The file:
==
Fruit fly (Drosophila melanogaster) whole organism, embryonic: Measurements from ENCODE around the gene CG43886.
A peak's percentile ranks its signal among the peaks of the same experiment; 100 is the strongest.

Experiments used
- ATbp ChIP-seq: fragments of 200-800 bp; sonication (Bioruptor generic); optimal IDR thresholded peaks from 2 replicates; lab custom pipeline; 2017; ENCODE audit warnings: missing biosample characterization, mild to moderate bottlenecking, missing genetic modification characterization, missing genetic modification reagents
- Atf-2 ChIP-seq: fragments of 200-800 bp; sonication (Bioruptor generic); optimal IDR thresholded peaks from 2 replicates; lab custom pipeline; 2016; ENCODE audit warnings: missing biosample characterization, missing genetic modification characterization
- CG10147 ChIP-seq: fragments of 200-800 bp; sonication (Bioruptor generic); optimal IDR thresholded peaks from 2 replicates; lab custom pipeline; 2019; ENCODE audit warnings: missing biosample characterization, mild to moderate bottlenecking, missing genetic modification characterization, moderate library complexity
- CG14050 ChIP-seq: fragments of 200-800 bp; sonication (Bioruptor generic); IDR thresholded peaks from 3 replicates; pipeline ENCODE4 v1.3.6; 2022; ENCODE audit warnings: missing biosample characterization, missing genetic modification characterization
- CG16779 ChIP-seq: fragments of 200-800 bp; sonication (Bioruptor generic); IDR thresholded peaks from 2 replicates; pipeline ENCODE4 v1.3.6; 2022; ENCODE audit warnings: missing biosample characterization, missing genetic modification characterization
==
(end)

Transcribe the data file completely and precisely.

Fruit fly (Drosophila melanogaster) whole organism, embryonic: Measurements from ENCODE around the gene CG43886.
A peak's percentile ranks its signal among the peaks of the same experiment; 100 is the strongest.

Experiments used
- ATbp ChIP-seq: fragments of 200-800 bp; sonication (Bioruptor generic); optimal IDR thresholded peaks from 2 replicates; lab custom pipeline; 2017; ENCODE audit warnings: missing biosample characterization, mild to moderate bottlenecking, missing genetic modification characterization, missing genetic modification reagents
- Atf-2 ChIP-seq: fragments of 200-800 bp; sonication (Bioruptor generic); optimal IDR thresholded peaks from 2 replicates; lab custom pipeline; 2016; ENCODE audit warnings: missing biosample characterization, missing genetic modification characterization
- CG10147 ChIP-seq: fragments of 200-800 bp; sonication (Bioruptor generic); optimal IDR thresholded peaks from 2 replicates; lab custom pipeline; 2019; ENCODE audit warnings: missing biosample characterization, mild to moderate bottlenecking, missing genetic modification characterization, moderate library complexity
- CG14050 ChIP-seq: fragments of 200-800 bp; sonication (Bioruptor generic); IDR thresholded peaks from 3 replicates; pipeline ENCODE4 v1.3.6; 2022; ENCODE audit warnings: missing biosample characterization, missing genetic modification characterization
- CG16779 ChIP-seq: fragments of 200-800 bp; sonication (Bioruptor generic); IDR thresholded peaks from 2 replicates; pipeline ENCODE4 v1.3.6; 2022; ENCODE audit warnings: missing biosample characterization, missing genetic modification characterization